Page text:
Anna the Prophetess

Luke 2:36-40

In the opening chapters of the Gospel of Luke, he sets forth various themes that he will develop throughout the remainder of Luke and Acts. For example, we have already noticed a couple times his mention of the Holy Spirit and filling people. We will see others like prayer and sharing meals with people. Here, we encounter two others: the lifting up of women in the people of God, and their inclusion in prophetic ministry. I know that both of these have been controversial since the latter part of the last century. Hopefully, all of us will be receptive to what the Spirit of God says about these subjects in the Scriptures, regardless of our current opinions. (Now that might sound scary! What is Pastor Dave about to write?)

First, let’s understand the history of female prophets in the old covenant. Only five are mentioned: Miriam (Exodus 15:20), Deborah (Judges 4:4), Huldah (2 Kings 22:14; 2 Chronicles 34:22), Noadiah (Nehemiah 6:14), and the wife of Isaiah (Isaiah 8:3). Except for Noadiah, God spoke through these women. She tried to hinder Nehemiah in the work God had given him. The Lord used the first three listed to provide guidance for his people.

Second, Miriam and Deborah (cf. Judges 5:1) acted like “worship leaders” for Israel. One of the ideas of the action “to prophesy” is to praise God. You can see this in 1 Chronicles 25:1-3; cf. Numbers 11:25-26; 1 Samuel 10:10-11; 19:20-24. Picture Miriam leading the women in song and dance, after the Lord defeated Egypt at the crossing of the Red Sea. It seems that Anna served as a prophetess in that sense. She was active in worship at the temple. What can we learn from Anna and her ministry for the Lord?

  • Though many of the ten northern tribes were scattered after the fall of Samaria to the Assyrians, some returned to Jerusalem, when the ten southern tribes returned from exile to Babylon. Anna was of the tribe of Asher (2:36). There has been too much assumed and made of “the lost tribes”. Scripture tells us little, and we do well to keep our opinions within the limits of what God has said.
  • Anna was very old (2:36-37). Depending how one translates the Greek, she was between 84 to 100 years old. She had been married for seven years, but from her early twenties she was a widow. She did not allow the sorrows of life to distract her from the worship and service of God. In fact, she the singleness of her widowhood as an opportunity to offer herself continually to worship. The Bible does not say that those who lose their spouses must remain single. The New Testament Scriptures counsel younger widows to remarry (1 Timothy 5:11-14.) Anna lived before that was written, so she was not in disobedience. She chose to give her life to prayer and fasting. She used her life for the glory of God and the good of others. In my second pastorate, a woman named Myrtle, who was blind and lived close to one hundred, was always praying for me. Thank you, Lord, for those who wrestle in prayer for others (Colossians 4:12)! The point is that though you are old, you can always pray. Don’t waste your life, even when you’re confined to a chair in a nursing care facility.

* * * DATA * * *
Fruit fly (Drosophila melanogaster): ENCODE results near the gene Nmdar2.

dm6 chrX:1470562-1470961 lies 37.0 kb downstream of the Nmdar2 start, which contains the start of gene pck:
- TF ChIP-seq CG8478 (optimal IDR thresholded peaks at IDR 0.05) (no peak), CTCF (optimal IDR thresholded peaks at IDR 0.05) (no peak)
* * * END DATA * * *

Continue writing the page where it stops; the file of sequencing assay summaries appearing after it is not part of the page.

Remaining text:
• Anna’s praise on the day on the presentation of Jesus at the temple concerned Jesus (2:38). Very much in touch with God, she thanked God for the infant and spoke about him to all who looked forward for the redemption of Jerusalem, the city of God. Luke will later write in his Gospel about how that redemption was accomplished when the child had grown to manhood and died on a cross. Anna saw that the freedom of God’s people would be accomplished by Jesus.

Luke closes this section with a brief summary of Jesus’ years to the age of twelve. What did Jesus do? He grew, like any other normal child. The years of childhood are years to become strong physically. Parents are wise who carefully nurture the physical development of their children by a proper diet, healthy play times, giving them regular work to do as is fitting for their age, and making sure they have good rest in the evening hours. They are spiritually wise, if they fill their children’s heart with wisdom and pray for the grace of God to be upon them. Mary and Joseph had received a great gift: to raise the Lord’s Messiah, and they did a fine job for the glory of God. If you have young children entrusted to you, be sure to do the same.

Grace and peace, David

This entry was posted in ARTICLES and tagged on by .

About Dave Frampton

Originally from Streetsboro Ohio he presently resides in the greater Philadelphia area of Pennsylvania. Until recently David Frampton served as pastor of a church located in Newtown Square Pennsylvania and prior to that he served a church in upstate New York. He studied at Grand Rapids Baptist College. Dave is a popular blogger at davidcframpton.com.